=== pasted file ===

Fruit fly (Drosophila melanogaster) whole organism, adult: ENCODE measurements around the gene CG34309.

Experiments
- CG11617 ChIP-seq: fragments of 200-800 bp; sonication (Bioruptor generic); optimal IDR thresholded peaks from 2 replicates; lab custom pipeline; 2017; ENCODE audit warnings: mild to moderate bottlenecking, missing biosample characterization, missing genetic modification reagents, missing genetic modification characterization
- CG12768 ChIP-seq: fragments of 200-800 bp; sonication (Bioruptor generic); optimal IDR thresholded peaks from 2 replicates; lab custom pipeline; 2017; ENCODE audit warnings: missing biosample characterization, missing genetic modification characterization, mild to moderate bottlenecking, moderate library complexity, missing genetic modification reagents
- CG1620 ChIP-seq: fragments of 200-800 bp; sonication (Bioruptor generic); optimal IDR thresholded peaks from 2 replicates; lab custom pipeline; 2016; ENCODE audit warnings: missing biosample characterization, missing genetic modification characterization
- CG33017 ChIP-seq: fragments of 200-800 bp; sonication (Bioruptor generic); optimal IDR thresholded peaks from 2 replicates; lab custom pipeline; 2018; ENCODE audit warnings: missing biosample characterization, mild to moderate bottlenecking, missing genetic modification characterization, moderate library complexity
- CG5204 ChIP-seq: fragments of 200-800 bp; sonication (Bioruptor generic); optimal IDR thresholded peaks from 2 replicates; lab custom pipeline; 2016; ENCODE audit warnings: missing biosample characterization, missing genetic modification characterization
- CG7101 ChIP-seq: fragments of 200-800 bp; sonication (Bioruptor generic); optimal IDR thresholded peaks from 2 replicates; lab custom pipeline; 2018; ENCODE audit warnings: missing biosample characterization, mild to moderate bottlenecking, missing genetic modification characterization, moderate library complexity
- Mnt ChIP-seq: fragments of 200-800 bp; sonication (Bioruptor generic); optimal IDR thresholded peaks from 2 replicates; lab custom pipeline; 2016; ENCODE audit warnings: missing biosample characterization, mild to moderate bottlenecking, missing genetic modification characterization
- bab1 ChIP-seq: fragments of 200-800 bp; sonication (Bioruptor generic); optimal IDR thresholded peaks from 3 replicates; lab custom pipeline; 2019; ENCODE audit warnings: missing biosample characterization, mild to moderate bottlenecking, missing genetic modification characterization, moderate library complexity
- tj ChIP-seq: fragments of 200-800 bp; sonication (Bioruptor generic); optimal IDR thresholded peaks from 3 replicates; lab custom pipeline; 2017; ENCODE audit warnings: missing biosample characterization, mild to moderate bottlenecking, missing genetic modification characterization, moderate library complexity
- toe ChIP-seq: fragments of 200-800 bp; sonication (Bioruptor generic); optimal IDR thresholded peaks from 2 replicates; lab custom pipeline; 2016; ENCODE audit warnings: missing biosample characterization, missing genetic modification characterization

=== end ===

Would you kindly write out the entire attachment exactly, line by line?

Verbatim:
Fruit fly (Drosophila melanogaster) whole organism, adult: ENCODE measurements around the gene CG34309.

Experiments
- CG11617 ChIP-seq: fragments of 200-800 bp; sonication (Bioruptor generic); optimal IDR thresholded peaks from 2 replicates; lab custom pipeline; 2017; ENCODE audit warnings: mild to moderate bottlenecking, missing biosample characterization, missing genetic modification reagents, missing genetic modification characterization
- CG12768 ChIP-seq: fragments of 200-800 bp; sonication (Bioruptor generic); optimal IDR thresholded peaks from 2 replicates; lab custom pipeline; 2017; ENCODE audit warnings: missing biosample characterization, missing genetic modification characterization, mild to moderate bottlenecking, moderate library complexity, missing genetic modification reagents
- CG1620 ChIP-seq: fragments of 200-800 bp; sonication (Bioruptor generic); optimal IDR thresholded peaks from 2 replicates; lab custom pipeline; 2016; ENCODE audit warnings: missing biosample characterization, missing genetic modification characterization
- CG33017 ChIP-seq: fragments of 200-800 bp; sonication (Bioruptor generic); optimal IDR thresholded peaks from 2 replicates; lab custom pipeline; 2018; ENCODE audit warnings: missing biosample characterization, mild to moderate bottlenecking, missing genetic modification characterization, moderate library complexity
- CG5204 ChIP-seq: fragments of 200-800 bp; sonication (Bioruptor generic); optimal IDR thresholded peaks from 2 replicates; lab custom pipeline; 2016; ENCODE audit warnings: missing biosample characterization, missing genetic modification characterization
- CG7101 ChIP-seq: fragments of 200-800 bp; sonication (Bioruptor generic); optimal IDR thresholded peaks from 2 replicates; lab custom pipeline; 2018; ENCODE audit warnings: missing biosample characterization, mild to moderate bottlenecking, missing genetic modification characterization, moderate library complexity
- Mnt ChIP-seq: fragments of 200-800 bp; sonication (Bioruptor generic); optimal IDR thresholded peaks from 2 replicates; lab custom pipeline; 2016; ENCODE audit warnings: missing biosample characterization, mild to moderate bottlenecking, missing genetic modification characterization
- bab1 ChIP-seq: fragments of 200-800 bp; sonication (Bioruptor generic); optimal IDR thresholded peaks from 3 replicates; lab custom pipeline; 2019; ENCODE audit warnings: missing biosample characterization, mild to moderate bottlenecking, missing genetic modification characterization, moderate library complexity
- tj ChIP-seq: fragments of 200-800 bp; sonication (Bioruptor generic); optimal IDR thresholded peaks from 3 replicates; lab custom pipeline; 2017; ENCODE audit warnings: missing biosample characterization, mild to moderate bottlenecking, missing genetic modification characterization, moderate library complexity
- toe ChIP-seq: fragments of 200-800 bp; sonication (Bioruptor generic); optimal IDR thresholded peaks from 2 replicates; lab custom pipeline; 2016; ENCODE audit warnings: missing biosample characterization, missing genetic modification characterization